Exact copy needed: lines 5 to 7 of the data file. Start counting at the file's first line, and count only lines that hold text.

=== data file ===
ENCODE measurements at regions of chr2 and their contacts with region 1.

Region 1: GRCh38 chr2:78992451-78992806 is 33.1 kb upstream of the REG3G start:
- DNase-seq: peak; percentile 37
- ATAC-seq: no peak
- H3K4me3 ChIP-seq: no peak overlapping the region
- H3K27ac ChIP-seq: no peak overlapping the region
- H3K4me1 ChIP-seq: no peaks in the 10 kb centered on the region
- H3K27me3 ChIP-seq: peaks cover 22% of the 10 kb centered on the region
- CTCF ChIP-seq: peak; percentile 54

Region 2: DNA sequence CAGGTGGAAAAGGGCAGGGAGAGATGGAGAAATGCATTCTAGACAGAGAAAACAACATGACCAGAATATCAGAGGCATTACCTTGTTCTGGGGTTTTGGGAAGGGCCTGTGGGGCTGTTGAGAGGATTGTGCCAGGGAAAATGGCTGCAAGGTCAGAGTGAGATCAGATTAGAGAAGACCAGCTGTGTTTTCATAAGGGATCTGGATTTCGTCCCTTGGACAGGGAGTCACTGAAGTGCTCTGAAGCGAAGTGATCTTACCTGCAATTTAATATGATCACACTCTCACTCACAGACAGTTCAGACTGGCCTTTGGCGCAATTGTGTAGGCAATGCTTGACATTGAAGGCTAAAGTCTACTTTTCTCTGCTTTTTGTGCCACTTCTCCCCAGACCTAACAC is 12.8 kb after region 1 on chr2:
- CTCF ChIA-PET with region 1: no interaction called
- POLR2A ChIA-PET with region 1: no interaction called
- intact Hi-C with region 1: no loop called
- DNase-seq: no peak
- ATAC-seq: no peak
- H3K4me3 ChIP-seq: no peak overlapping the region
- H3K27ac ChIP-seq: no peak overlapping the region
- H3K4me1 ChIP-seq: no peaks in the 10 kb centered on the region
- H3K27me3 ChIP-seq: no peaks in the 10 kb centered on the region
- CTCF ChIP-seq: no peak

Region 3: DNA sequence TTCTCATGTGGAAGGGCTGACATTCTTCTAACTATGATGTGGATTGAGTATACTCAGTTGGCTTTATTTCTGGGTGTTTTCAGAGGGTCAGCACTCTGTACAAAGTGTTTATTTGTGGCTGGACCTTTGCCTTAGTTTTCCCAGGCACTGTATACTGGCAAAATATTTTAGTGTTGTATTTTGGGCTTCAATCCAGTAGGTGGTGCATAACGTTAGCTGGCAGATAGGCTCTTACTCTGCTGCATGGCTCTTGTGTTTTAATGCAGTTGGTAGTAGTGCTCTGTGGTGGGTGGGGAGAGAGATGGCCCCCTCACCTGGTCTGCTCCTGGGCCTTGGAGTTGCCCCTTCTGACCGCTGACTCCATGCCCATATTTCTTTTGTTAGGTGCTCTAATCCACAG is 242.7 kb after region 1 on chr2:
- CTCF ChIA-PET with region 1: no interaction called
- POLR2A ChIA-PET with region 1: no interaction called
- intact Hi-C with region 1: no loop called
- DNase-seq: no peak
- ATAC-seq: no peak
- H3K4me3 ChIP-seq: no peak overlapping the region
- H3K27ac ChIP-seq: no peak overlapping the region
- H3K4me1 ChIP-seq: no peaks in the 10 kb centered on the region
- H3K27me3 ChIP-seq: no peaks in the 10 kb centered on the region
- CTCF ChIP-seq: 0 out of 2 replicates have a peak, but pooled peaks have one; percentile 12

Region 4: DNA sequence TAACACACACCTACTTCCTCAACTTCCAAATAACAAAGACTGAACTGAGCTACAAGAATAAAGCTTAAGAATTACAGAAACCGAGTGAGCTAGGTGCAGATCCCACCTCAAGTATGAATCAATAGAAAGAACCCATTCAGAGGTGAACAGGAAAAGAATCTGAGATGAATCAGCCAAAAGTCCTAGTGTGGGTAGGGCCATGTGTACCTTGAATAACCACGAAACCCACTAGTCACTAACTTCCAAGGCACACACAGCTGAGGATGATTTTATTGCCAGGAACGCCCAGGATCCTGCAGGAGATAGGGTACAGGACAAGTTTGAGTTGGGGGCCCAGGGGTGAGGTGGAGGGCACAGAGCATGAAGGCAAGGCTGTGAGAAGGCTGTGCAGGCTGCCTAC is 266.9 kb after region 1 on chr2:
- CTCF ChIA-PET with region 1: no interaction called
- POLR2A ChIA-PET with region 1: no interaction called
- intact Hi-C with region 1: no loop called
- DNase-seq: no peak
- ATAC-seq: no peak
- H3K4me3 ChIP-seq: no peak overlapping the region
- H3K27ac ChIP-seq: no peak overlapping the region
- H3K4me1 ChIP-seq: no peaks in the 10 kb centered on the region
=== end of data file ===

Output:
- H3K4me3 ChIP-seq: no peak overlapping the region
- H3K27ac ChIP-seq: no peak overlapping the region
- H3K4me1 ChIP-seq: no peaks in the 10 kb centered on the region